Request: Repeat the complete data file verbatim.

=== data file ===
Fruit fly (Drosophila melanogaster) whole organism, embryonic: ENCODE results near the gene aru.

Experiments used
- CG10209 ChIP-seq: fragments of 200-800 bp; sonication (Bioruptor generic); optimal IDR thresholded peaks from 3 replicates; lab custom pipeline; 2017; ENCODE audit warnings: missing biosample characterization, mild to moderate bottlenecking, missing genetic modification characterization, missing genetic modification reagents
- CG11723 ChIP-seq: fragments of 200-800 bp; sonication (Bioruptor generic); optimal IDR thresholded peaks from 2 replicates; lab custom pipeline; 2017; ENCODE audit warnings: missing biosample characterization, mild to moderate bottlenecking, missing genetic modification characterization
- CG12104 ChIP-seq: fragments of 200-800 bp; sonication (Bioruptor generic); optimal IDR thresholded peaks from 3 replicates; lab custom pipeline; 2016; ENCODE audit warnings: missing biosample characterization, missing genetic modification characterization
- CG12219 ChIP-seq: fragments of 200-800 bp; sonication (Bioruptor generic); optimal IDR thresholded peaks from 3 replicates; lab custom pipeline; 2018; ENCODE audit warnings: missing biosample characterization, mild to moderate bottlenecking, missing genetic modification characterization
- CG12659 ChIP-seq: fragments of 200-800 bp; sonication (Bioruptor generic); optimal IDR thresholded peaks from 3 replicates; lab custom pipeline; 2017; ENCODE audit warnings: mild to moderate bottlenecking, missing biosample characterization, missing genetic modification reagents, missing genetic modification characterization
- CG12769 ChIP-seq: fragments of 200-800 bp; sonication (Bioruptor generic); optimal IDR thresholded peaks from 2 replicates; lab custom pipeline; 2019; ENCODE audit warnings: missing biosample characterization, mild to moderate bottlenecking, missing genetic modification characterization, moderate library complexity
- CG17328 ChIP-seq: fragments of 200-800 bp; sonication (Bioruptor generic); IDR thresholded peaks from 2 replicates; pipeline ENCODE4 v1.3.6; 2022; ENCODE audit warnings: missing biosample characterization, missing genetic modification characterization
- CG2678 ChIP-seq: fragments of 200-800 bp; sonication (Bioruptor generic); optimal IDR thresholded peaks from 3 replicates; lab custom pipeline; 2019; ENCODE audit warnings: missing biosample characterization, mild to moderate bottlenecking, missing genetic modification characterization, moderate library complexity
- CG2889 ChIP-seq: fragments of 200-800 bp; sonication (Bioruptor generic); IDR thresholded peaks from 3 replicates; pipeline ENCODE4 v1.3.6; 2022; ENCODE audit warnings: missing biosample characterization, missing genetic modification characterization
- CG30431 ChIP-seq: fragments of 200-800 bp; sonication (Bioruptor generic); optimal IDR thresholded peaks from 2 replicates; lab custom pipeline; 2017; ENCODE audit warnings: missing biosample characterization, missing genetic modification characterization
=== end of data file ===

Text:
Fruit fly (Drosophila melanogaster) whole organism, embryonic: ENCODE results near the gene aru.

Experiments used
- CG10209 ChIP-seq: fragments of 200-800 bp; sonication (Bioruptor generic); optimal IDR thresholded peaks from 3 replicates; lab custom pipeline; 2017; ENCODE audit warnings: missing biosample characterization, mild to moderate bottlenecking, missing genetic modification characterization, missing genetic modification reagents
- CG11723 ChIP-seq: fragments of 200-800 bp; sonication (Bioruptor generic); optimal IDR thresholded peaks from 2 replicates; lab custom pipeline; 2017; ENCODE audit warnings: missing biosample characterization, mild to moderate bottlenecking, missing genetic modification characterization
- CG12104 ChIP-seq: fragments of 200-800 bp; sonication (Bioruptor generic); optimal IDR thresholded peaks from 3 replicates; lab custom pipeline; 2016; ENCODE audit warnings: missing biosample characterization, missing genetic modification characterization
- CG12219 ChIP-seq: fragments of 200-800 bp; sonication (Bioruptor generic); optimal IDR thresholded peaks from 3 replicates; lab custom pipeline; 2018; ENCODE audit warnings: missing biosample characterization, mild to moderate bottlenecking, missing genetic modification characterization
- CG12659 ChIP-seq: fragments of 200-800 bp; sonication (Bioruptor generic); optimal IDR thresholded peaks from 3 replicates; lab custom pipeline; 2017; ENCODE audit warnings: mild to moderate bottlenecking, missing biosample characterization, missing genetic modification reagents, missing genetic modification characterization
- CG12769 ChIP-seq: fragments of 200-800 bp; sonication (Bioruptor generic); optimal IDR thresholded peaks from 2 replicates; lab custom pipeline; 2019; ENCODE audit warnings: missing biosample characterization, mild to moderate bottlenecking, missing genetic modification characterization, moderate library complexity
- CG17328 ChIP-seq: fragments of 200-800 bp; sonication (Bioruptor generic); IDR thresholded peaks from 2 replicates; pipeline ENCODE4 v1.3.6; 2022; ENCODE audit warnings: missing biosample characterization, missing genetic modification characterization
- CG2678 ChIP-seq: fragments of 200-800 bp; sonication (Bioruptor generic); optimal IDR thresholded peaks from 3 replicates; lab custom pipeline; 2019; ENCODE audit warnings: missing biosample characterization, mild to moderate bottlenecking, missing genetic modification characterization, moderate library complexity
- CG2889 ChIP-seq: fragments of 200-800 bp; sonication (Bioruptor generic); IDR thresholded peaks from 3 replicates; pipeline ENCODE4 v1.3.6; 2022; ENCODE audit warnings: missing biosample characterization, missing genetic modification characterization
- CG30431 ChIP-seq: fragments of 200-800 bp; sonication (Bioruptor generic); optimal IDR thresholded peaks from 2 replicates; lab custom pipeline; 2017; ENCODE audit warnings: missing biosample characterization, missing genetic modification characterization